Spending, sewing, thinking, saving

During May, I set myself a challenge of curbing unnecessary spending.  So, apart from food, fuel, and toiletries, I allowed myself three ‘extra’ purchases –  I couldn’t go completely cold turkey.  And the big three turned out to be… an e-Book, a tin of Dylon dye, and a saucepan (for dyeing in).  Turns out I could go without most things for one month, but not craft materials.

Here I am perfecting the stylish use of Co-op-advert-as-apron:

Wanna see what went in that saucepan?

I’ve had this cotton knit dress hanging around for ages – I spotted it in a charity shop and fell for the intricate detailing at the neckline. I took it in at the princess seams, up at the hemline, lopped off the sleeves, and got a fairly good fit, but somehow it never got as far as my wardrobe.  Turns out all it needed was a colour change…

I’ve blogged in more detail about this dress, and the inspiration behind it, over here at the Sew Weekly

Anyhow, now that it’s June, in theory I can go back to my happy spending ways… talking of which (bear with me here) have you ever read Tender is the Night by F.Scott Fitzgerald?

 I know it’s a great work of literature and all, but I found it pretty long-winded.  I’m a fast reader, but I almost lost the will to finish it there in the middle.  But.  It does have one of the most awesome descriptions of a shopping trip, possibly ever:

“Nicole bought from a great list that ran two pages, and bought the things in the windows besides.  Everything she liked that she couldn’t possibly use herself, she bought as a present for a friend.  She bought colored beads, folding beach cushions, artificial flowers, honey, a guest bed, bags, scarfs, love birds, miniatures for a dolls house and three yards of some new cloth the color of prawns.  She bought a dozen bathing suits, a rubber alligator, a travelling chess set of gold and ivory, big linen hankerchiefs for Abe, two chamois leather jackets of kingfisher blue and burning bush from Hermes”.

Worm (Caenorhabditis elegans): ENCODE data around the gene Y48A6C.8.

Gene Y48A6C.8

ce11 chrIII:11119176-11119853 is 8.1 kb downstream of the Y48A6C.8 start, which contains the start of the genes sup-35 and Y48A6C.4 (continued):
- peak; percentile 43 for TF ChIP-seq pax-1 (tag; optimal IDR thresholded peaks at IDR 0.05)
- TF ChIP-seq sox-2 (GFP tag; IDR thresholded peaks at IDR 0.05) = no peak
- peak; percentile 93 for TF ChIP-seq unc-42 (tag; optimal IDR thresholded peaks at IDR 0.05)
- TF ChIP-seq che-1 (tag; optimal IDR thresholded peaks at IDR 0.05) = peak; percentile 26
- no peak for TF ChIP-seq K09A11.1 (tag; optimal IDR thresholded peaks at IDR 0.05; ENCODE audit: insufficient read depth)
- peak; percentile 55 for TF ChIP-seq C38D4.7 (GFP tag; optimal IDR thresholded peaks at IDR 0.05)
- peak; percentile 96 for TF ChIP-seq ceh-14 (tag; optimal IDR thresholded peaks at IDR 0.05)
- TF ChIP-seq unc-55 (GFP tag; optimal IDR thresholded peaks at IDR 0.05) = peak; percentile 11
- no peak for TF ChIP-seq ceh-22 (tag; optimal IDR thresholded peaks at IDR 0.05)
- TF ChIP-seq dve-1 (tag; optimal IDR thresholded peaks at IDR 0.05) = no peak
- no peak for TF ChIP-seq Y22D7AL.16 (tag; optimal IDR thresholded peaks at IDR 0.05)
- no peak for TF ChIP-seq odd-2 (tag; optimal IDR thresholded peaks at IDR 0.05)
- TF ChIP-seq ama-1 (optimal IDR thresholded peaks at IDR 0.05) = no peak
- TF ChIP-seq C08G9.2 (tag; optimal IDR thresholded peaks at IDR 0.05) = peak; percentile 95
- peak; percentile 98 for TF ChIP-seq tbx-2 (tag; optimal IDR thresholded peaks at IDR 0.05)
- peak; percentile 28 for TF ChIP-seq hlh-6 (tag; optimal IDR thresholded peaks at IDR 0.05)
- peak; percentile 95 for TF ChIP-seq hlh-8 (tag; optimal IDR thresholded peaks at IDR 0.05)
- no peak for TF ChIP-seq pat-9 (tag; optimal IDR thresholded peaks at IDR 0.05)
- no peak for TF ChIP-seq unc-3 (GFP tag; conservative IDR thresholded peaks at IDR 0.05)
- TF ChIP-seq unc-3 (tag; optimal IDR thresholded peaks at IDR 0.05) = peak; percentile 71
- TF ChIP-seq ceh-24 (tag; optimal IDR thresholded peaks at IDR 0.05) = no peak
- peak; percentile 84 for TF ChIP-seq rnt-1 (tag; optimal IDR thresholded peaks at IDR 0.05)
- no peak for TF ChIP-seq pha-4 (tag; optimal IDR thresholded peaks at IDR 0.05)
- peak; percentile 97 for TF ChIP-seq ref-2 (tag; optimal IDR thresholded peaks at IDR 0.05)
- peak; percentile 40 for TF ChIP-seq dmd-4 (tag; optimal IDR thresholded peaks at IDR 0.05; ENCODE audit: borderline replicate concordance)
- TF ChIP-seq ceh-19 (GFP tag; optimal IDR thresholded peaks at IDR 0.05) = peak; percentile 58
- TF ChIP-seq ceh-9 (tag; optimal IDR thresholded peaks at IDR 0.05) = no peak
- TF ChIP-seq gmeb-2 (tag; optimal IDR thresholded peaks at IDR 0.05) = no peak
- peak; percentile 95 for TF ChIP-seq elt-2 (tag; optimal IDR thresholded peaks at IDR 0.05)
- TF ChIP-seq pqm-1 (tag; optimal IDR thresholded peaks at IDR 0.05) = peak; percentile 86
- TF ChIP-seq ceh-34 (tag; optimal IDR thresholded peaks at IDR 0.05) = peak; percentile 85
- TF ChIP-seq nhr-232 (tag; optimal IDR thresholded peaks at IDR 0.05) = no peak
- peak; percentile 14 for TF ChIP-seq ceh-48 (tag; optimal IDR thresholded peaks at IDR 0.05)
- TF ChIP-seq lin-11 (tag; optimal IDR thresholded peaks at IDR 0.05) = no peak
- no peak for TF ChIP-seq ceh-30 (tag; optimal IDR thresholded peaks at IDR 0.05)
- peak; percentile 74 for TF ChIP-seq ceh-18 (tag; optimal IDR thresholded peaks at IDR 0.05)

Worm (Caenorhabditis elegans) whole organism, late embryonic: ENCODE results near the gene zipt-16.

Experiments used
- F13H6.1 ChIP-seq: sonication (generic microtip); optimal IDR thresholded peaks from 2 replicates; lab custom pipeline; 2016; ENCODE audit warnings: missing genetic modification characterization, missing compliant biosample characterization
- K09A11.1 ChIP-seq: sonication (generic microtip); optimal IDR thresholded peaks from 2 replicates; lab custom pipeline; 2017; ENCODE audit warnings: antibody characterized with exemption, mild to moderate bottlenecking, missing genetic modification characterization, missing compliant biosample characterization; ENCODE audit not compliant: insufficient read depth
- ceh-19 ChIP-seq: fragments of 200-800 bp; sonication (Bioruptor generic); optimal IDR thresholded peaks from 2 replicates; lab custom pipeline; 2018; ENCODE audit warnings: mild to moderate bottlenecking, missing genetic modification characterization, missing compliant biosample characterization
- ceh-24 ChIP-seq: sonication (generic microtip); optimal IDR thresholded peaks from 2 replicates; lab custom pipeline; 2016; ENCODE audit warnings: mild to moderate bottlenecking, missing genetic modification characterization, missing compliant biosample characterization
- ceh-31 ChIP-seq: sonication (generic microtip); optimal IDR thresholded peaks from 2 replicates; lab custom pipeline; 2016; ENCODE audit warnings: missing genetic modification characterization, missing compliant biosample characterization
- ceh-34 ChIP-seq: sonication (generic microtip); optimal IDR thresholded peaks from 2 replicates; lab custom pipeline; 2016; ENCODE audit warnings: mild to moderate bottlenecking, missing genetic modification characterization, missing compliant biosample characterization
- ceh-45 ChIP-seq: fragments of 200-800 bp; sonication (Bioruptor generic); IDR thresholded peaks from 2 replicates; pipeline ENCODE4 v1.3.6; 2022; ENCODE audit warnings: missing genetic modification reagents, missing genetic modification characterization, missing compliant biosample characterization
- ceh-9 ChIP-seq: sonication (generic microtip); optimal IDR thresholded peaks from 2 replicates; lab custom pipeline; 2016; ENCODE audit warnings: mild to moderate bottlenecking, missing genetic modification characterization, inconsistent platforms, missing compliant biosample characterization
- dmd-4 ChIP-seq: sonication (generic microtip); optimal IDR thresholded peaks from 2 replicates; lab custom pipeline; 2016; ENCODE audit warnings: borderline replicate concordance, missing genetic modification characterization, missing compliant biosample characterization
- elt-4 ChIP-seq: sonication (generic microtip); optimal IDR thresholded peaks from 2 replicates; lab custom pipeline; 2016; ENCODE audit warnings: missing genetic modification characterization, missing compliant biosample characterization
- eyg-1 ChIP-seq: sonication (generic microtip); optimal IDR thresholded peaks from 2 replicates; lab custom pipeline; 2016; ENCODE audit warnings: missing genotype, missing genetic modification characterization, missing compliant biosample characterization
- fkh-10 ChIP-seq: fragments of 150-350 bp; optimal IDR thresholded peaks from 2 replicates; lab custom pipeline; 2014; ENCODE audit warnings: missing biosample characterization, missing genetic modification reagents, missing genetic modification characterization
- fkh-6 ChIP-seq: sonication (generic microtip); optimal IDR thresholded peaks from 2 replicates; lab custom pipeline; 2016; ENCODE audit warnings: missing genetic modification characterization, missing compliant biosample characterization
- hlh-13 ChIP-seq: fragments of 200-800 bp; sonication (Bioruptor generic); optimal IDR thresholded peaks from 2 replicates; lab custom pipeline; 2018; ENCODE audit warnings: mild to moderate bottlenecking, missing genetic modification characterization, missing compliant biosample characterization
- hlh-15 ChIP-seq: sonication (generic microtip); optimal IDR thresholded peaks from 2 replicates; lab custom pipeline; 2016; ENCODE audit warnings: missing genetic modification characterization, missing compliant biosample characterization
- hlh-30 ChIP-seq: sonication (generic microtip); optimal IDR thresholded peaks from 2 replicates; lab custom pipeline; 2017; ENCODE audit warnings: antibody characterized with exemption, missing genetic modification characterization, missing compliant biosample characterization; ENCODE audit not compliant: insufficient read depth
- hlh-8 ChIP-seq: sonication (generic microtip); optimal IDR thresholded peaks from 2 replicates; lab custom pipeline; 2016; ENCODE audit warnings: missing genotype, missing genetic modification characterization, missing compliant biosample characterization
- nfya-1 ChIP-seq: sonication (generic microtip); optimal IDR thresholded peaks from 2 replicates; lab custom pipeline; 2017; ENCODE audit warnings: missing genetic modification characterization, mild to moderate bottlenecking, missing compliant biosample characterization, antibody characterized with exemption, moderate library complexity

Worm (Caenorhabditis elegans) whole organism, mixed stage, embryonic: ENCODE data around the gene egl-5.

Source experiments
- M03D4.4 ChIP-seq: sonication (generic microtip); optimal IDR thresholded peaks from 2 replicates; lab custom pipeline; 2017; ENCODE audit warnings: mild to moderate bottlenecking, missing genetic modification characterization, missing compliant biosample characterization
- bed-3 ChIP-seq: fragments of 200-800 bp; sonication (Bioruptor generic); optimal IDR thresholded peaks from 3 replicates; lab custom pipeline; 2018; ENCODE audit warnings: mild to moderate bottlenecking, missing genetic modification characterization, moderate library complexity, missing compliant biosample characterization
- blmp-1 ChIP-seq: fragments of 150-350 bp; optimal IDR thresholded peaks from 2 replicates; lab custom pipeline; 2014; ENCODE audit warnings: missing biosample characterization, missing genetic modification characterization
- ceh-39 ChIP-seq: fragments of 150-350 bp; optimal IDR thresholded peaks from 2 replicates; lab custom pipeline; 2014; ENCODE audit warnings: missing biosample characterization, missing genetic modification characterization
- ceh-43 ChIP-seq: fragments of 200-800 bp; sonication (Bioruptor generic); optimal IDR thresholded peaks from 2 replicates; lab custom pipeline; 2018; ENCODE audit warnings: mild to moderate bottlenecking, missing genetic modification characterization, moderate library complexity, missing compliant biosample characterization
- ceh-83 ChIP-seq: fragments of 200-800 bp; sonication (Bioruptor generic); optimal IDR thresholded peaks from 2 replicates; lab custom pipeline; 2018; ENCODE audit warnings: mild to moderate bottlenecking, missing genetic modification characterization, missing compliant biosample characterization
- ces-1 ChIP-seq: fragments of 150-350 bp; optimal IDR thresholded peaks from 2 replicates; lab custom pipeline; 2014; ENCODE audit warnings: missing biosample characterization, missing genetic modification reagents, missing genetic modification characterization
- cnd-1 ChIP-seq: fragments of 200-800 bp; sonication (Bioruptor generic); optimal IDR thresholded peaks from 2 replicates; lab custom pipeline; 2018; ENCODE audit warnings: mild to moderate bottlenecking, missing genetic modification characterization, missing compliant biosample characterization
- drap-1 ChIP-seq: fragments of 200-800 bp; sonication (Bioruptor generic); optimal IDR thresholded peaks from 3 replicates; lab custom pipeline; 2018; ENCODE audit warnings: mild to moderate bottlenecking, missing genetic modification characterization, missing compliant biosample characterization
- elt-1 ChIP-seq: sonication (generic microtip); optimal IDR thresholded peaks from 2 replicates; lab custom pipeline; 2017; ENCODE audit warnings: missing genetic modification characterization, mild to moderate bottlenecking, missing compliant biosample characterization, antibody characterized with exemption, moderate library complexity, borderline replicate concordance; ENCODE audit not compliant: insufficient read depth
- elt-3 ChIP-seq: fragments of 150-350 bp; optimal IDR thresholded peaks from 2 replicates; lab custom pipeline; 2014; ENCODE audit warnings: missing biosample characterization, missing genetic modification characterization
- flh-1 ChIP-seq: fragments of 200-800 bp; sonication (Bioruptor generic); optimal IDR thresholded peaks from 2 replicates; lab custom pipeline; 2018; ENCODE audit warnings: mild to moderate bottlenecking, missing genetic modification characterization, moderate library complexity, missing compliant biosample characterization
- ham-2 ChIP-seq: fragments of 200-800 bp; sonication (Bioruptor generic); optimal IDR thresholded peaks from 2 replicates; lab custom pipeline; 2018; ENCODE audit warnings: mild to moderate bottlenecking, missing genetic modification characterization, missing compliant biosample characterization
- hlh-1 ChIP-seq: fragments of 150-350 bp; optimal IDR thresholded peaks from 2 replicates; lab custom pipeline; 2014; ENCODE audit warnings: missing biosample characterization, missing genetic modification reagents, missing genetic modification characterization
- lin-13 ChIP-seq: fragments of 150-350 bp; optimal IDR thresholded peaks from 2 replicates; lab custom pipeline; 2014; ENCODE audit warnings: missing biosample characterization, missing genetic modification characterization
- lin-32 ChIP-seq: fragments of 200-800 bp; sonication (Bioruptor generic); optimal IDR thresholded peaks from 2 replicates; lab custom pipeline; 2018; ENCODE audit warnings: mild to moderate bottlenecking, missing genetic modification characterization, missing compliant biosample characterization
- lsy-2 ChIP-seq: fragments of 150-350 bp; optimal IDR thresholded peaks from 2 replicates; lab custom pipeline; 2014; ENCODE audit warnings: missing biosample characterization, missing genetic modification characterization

If I were to go on a crazy Nicole-style spree right now, mine would go something like this:  the Sewaholic Renfrew pattern, a walking foot for my sewing machine, grosgrain ribbon in twenty different colours, a huge bunch of crocosmias, and yards and yards of yellow chiffon.  Ooh, and yellow spray paint, some merino wool in a bright bright blue, one of these beater whisks, the Wiksten Tova pattern, a box of Laduree macaroons, a beautiful bra or two, masses of silk jersey, and some handmade jewellery from Etsy.  And while I’m here, some heart-shaped teacups, Teapigs licorice & peppermint teabags, some thick Guipere lace, and a really snazzy camera.

But, fun as that would be, I’m learning something about this slower pace of spending.  I like being more intentional and really considering whether what I buy will be used and/or appreciated… not just played with for 5 minutes and then discarded or stored away.  Fitzgerald follows up the grand shopping list with another list of “some of the people who gave a tithe to Nicole” in factories, farms, plantations and shops, the “ingenuity and toil” behind “such processes of hers as wholesale buying”.  His final comment on the trip is “She illustrated very simple principles, containing in herself her own doom” – isn’t that intriguing and provoking?